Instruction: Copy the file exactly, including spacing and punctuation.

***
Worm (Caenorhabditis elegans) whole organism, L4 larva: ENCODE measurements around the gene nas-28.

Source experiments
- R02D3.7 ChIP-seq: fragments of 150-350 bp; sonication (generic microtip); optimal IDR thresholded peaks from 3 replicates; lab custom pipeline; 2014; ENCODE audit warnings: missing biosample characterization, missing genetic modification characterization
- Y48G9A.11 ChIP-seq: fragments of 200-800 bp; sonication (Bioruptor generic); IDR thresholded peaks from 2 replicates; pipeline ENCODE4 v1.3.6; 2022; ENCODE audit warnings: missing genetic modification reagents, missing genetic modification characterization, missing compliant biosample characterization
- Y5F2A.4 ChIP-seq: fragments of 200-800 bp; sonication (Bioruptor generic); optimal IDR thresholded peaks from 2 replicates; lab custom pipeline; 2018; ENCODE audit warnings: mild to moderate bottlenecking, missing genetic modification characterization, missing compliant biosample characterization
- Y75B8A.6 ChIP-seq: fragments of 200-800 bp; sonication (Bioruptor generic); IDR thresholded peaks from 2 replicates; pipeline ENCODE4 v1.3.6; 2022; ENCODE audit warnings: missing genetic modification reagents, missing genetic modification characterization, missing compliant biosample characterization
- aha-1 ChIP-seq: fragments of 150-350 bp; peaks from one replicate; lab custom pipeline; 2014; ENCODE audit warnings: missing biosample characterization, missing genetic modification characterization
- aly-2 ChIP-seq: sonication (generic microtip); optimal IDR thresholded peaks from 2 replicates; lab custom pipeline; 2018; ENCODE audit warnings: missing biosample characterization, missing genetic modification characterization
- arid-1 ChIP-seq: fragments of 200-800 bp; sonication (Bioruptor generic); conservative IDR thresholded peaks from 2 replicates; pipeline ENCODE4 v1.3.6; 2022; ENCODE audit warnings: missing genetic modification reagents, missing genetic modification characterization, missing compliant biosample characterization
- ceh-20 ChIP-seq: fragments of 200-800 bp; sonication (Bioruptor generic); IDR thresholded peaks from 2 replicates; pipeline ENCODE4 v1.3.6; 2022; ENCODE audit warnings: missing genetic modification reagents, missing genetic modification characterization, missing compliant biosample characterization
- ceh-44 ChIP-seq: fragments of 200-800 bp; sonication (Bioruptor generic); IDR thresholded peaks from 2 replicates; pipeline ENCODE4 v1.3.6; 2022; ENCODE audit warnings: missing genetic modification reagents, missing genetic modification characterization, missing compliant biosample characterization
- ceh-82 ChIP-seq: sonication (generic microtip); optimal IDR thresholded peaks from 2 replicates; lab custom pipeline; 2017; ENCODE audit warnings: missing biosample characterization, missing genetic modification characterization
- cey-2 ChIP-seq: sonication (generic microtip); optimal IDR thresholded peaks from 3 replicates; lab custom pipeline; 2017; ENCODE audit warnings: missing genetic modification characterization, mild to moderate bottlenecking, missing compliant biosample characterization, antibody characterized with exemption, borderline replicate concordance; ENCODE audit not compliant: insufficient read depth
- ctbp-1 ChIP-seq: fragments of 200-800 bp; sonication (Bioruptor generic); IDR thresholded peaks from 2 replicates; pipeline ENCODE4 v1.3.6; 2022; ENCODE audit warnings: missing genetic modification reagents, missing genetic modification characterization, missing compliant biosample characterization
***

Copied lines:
Worm (Caenorhabditis elegans) whole organism, L4 larva: ENCODE measurements around the gene nas-28.

Source experiments
- R02D3.7 ChIP-seq: fragments of 150-350 bp; sonication (generic microtip); optimal IDR thresholded peaks from 3 replicates; lab custom pipeline; 2014; ENCODE audit warnings: missing biosample characterization, missing genetic modification characterization
- Y48G9A.11 ChIP-seq: fragments of 200-800 bp; sonication (Bioruptor generic); IDR thresholded peaks from 2 replicates; pipeline ENCODE4 v1.3.6; 2022; ENCODE audit warnings: missing genetic modification reagents, missing genetic modification characterization, missing compliant biosample characterization
- Y5F2A.4 ChIP-seq: fragments of 200-800 bp; sonication (Bioruptor generic); optimal IDR thresholded peaks from 2 replicates; lab custom pipeline; 2018; ENCODE audit warnings: mild to moderate bottlenecking, missing genetic modification characterization, missing compliant biosample characterization
- Y75B8A.6 ChIP-seq: fragments of 200-800 bp; sonication (Bioruptor generic); IDR thresholded peaks from 2 replicates; pipeline ENCODE4 v1.3.6; 2022; ENCODE audit warnings: missing genetic modification reagents, missing genetic modification characterization, missing compliant biosample characterization
- aha-1 ChIP-seq: fragments of 150-350 bp; peaks from one replicate; lab custom pipeline; 2014; ENCODE audit warnings: missing biosample characterization, missing genetic modification characterization
- aly-2 ChIP-seq: sonication (generic microtip); optimal IDR thresholded peaks from 2 replicates; lab custom pipeline; 2018; ENCODE audit warnings: missing biosample characterization, missing genetic modification characterization
- arid-1 ChIP-seq: fragments of 200-800 bp; sonication (Bioruptor generic); conservative IDR thresholded peaks from 2 replicates; pipeline ENCODE4 v1.3.6; 2022; ENCODE audit warnings: missing genetic modification reagents, missing genetic modification characterization, missing compliant biosample characterization
- ceh-20 ChIP-seq: fragments of 200-800 bp; sonication (Bioruptor generic); IDR thresholded peaks from 2 replicates; pipeline ENCODE4 v1.3.6; 2022; ENCODE audit warnings: missing genetic modification reagents, missing genetic modification characterization, missing compliant biosample characterization
- ceh-44 ChIP-seq: fragments of 200-800 bp; sonication (Bioruptor generic); IDR thresholded peaks from 2 replicates; pipeline ENCODE4 v1.3.6; 2022; ENCODE audit warnings: missing genetic modification reagents, missing genetic modification characterization, missing compliant biosample characterization
- ceh-82 ChIP-seq: sonication (generic microtip); optimal IDR thresholded peaks from 2 replicates; lab custom pipeline; 2017; ENCODE audit warnings: missing biosample characterization, missing genetic modification characterization
- cey-2 ChIP-seq: sonication (generic microtip); optimal IDR thresholded peaks from 3 replicates; lab custom pipeline; 2017; ENCODE audit warnings: missing genetic modification characterization, mild to moderate bottlenecking, missing compliant biosample characterization, antibody characterized with exemption, borderline replicate concordance; ENCODE audit not compliant: insufficient read depth
- ctbp-1 ChIP-seq: fragments of 200-800 bp; sonication (Bioruptor generic); IDR thresholded peaks from 2 replicates; pipeline ENCODE4 v1.3.6; 2022; ENCODE audit warnings: missing genetic modification reagents, missing genetic modification characterization, missing compliant biosample characterization